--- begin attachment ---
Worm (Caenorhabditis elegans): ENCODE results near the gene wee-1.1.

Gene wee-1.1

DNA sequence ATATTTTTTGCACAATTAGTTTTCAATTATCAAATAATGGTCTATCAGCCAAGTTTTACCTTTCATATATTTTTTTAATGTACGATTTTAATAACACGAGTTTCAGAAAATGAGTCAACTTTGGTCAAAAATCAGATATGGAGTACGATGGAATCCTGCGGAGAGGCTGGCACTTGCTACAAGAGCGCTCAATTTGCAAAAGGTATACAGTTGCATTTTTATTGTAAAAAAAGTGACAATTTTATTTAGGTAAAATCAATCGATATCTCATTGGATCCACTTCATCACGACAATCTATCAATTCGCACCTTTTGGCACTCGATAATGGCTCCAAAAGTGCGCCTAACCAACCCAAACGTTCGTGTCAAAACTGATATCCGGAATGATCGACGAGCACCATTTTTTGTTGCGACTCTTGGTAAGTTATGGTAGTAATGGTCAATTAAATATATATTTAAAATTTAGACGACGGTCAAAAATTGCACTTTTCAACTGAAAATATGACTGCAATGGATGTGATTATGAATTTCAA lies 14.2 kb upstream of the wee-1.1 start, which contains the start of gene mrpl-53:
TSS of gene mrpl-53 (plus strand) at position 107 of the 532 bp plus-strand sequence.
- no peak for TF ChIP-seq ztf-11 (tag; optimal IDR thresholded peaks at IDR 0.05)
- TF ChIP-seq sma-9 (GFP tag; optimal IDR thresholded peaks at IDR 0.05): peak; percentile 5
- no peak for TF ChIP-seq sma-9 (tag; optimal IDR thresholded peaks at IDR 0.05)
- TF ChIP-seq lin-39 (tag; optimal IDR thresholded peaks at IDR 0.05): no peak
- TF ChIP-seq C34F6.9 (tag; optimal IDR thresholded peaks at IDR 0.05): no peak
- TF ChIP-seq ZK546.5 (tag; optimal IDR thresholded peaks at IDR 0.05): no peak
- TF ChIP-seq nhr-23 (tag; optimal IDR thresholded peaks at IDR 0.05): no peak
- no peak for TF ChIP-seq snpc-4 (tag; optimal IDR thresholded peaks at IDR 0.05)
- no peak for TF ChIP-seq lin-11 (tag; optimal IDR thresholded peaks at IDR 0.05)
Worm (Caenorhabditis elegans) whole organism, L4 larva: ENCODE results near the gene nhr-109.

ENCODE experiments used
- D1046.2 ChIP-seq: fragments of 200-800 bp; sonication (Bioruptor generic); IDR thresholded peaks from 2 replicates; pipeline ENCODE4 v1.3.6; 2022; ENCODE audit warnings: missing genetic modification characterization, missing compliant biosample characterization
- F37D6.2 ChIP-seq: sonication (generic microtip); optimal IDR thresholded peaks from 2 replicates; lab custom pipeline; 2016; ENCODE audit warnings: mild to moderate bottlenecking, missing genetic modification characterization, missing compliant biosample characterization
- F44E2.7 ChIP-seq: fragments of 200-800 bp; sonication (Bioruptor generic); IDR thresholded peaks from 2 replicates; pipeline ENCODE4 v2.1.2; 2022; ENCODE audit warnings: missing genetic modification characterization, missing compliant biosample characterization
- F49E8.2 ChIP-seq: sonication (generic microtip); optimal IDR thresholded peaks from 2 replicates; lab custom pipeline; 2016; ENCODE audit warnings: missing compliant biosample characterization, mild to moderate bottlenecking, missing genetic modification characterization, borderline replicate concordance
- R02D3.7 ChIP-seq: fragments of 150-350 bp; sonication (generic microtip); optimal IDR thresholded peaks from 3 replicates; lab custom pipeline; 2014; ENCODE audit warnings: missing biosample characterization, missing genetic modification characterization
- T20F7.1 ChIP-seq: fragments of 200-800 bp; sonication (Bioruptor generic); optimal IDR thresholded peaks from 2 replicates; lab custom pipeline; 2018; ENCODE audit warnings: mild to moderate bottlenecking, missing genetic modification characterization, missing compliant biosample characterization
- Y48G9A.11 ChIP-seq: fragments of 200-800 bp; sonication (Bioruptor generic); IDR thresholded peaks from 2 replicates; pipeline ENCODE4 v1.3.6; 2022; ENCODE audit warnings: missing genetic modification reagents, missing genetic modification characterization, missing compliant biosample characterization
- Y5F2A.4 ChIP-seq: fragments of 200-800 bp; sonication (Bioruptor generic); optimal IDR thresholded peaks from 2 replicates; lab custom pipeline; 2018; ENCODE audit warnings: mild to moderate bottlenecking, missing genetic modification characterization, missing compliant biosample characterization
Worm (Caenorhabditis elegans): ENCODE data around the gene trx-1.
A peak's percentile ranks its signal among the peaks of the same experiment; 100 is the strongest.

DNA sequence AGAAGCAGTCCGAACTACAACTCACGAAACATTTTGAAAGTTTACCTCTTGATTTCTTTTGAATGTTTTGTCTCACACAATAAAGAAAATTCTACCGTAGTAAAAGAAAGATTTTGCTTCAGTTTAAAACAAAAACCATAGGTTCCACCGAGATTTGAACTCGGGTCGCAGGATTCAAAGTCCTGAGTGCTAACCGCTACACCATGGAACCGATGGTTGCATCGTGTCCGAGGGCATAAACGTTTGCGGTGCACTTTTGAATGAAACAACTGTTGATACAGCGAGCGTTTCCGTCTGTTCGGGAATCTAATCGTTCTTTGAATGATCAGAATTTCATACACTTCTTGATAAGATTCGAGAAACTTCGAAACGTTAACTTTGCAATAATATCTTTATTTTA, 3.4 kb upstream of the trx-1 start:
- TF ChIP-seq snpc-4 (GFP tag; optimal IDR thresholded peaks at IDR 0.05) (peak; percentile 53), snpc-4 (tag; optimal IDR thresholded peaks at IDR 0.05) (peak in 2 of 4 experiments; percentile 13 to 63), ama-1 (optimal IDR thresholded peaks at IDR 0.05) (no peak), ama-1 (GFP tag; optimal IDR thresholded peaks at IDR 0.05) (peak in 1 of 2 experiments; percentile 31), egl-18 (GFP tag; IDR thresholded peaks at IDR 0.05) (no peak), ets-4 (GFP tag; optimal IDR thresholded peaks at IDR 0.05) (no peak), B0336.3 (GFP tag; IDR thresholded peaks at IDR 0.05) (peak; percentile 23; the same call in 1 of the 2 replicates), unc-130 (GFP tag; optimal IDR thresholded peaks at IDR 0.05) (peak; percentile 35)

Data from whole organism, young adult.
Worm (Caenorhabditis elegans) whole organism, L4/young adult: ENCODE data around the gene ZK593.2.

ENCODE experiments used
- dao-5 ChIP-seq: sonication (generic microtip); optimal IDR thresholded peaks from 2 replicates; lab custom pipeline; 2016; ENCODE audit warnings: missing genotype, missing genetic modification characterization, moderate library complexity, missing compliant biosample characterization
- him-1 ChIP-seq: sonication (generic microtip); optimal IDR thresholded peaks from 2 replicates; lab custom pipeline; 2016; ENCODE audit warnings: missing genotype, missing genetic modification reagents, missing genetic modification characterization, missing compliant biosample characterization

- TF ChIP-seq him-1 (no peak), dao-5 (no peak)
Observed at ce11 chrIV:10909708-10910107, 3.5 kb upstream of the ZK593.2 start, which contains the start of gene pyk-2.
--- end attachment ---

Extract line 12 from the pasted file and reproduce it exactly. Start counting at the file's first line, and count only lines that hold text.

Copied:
- no peak for TF ChIP-seq snpc-4 (tag; optimal IDR thresholded peaks at IDR 0.05)